In March 1990, Zdeb contacted Carne to present again his infuser to Baxter. At Carne's suggestion, Zdeb met with and demonstrated his infuser to Steve Hessel, the person in charge of product development for Baxter's infusion systems group. At this meeting, Hessel asked Zdeb if his device had a preload space in it and Zdeb responded "no." Zdeb acknowledged that there was a gap in his infuser but stated that the gap was filled with silicone oil and was not a vacuum preload.

Prior to March 1990, Zdeb had one or two meetings with Smith and Nephew Solopak (Solopak) about the Zdeb infuser. Smith and Nephew was a multinational health care company headquartered in London, England, had 10 subsidiaries and operated in about 35 different countries. Solopak was the United States subsidiary of Smith and Nephew, and had a significant presence in the infusion therapy market by 1990. If Solopak obtained the Zdeb infuser, Solopak would have been Baxter's competitor in both the domestic and European markets.

Between April and December 1990, Zdeb and Solopak engaged in negotiations, discussing licensing fees, royalties, incentive payments and consulting services. Zdeb and Solopak reached agreement which was set forth in an unexecuted draft dated December 20, 1990.

During these negotiations, various attempts were made by Solopak personnel and Zdeb to confirm with Baxter that Zdeb owned this infuser technology. C. Richard Piazza, president of Solopak in Chicago, was involved in the negotiations with Zdeb. Upon reviewing Zdeb's employment agreement and the addendum to the employment agreement executed at Zdeb's leaving Baxter, Piazza understood that Zdeb "was free to pursue this product," i.e., the Zdeb infuser. In January 1991, Piazza, frustrated by the lack of response from Baxter, talked to Terry Furness, a group president at Solopak. Furness said that he had worked for 10 years at Baxter and he called James Tobin, the second-ranking executive at Baxter. Furness told Tobin that Solopak was about to conclude a deal with Zdeb and they needed a response from Baxter about Zdeb's right to the technology. Tobin said that he would look into the matter.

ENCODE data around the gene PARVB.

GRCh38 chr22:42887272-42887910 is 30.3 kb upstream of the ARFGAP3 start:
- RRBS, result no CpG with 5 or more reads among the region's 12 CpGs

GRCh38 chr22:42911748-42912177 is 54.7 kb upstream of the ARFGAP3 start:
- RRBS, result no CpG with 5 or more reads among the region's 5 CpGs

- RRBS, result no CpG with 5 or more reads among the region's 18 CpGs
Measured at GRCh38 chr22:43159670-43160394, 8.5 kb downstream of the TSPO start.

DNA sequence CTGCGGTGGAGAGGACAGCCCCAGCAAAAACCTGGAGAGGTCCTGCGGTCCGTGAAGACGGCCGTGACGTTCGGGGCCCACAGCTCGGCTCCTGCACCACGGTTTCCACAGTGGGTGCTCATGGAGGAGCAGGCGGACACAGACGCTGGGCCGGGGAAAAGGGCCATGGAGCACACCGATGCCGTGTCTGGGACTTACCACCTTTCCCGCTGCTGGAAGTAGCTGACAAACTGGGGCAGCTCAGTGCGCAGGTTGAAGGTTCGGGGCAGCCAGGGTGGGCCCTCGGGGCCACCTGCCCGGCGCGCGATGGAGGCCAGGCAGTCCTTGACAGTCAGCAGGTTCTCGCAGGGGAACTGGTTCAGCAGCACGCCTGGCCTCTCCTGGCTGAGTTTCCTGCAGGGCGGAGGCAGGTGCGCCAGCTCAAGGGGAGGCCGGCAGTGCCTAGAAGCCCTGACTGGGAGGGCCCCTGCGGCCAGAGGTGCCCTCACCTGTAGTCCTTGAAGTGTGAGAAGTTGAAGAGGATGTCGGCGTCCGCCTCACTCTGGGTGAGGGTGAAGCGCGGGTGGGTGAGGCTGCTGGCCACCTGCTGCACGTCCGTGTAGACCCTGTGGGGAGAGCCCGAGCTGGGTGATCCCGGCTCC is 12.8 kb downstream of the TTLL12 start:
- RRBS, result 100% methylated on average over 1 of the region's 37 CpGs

Zdeb also made efforts to get a response from Baxter in order to conclude his deal with SoloPak. Zdeb contacted Mark McGarvie, a Baxter attorney, and Paul Schaafsma, another Baxter attorney.

Eventually, Baxter's attorney Schaafsma sent a letter dated January 31, 1991, to Zdeb and copied to several Solopak personnel. The January 31 Baxter letter stated in relevant part: "With regard to the vacuum infuser described in your January submission, it is Baxter's position that this infuser was not solely developed by you while you were employed at Baxter. It is based on a Baxter developed vacuum infuser prototype to which you were exposed while employed at Baxter.

While the infuser in your January submission includes superficial design modifications which are different than Baxter's prototype, your infuser uses the same approach as Baxter's prototype to overcome the significant technological hurdles of end of infusion pressure drop, storage of the device without compromising the vacuum, and connection of the administration tubing to the ...